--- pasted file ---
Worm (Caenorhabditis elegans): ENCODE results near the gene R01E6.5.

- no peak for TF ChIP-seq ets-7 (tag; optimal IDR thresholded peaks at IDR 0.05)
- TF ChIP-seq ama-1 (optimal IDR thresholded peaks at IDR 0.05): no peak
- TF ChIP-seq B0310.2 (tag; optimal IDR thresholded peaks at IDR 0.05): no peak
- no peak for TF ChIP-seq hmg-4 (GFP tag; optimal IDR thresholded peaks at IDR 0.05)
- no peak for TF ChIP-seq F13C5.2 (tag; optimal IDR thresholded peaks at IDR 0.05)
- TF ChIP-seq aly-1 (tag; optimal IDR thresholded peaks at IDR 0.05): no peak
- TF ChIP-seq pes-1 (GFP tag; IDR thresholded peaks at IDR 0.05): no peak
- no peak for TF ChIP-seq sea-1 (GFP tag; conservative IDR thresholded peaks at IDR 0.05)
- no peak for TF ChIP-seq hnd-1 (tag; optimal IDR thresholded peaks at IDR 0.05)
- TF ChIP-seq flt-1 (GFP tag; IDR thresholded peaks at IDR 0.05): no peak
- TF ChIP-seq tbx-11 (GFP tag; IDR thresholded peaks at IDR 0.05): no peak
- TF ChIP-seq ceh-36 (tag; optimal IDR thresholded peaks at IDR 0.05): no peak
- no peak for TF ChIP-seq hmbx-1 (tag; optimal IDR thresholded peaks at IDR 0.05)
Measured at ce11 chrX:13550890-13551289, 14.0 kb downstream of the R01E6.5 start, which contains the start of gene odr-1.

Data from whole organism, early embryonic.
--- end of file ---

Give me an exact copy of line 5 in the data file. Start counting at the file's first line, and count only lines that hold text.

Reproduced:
- no peak for TF ChIP-seq hmg-4 (GFP tag; optimal IDR thresholded peaks at IDR 0.05)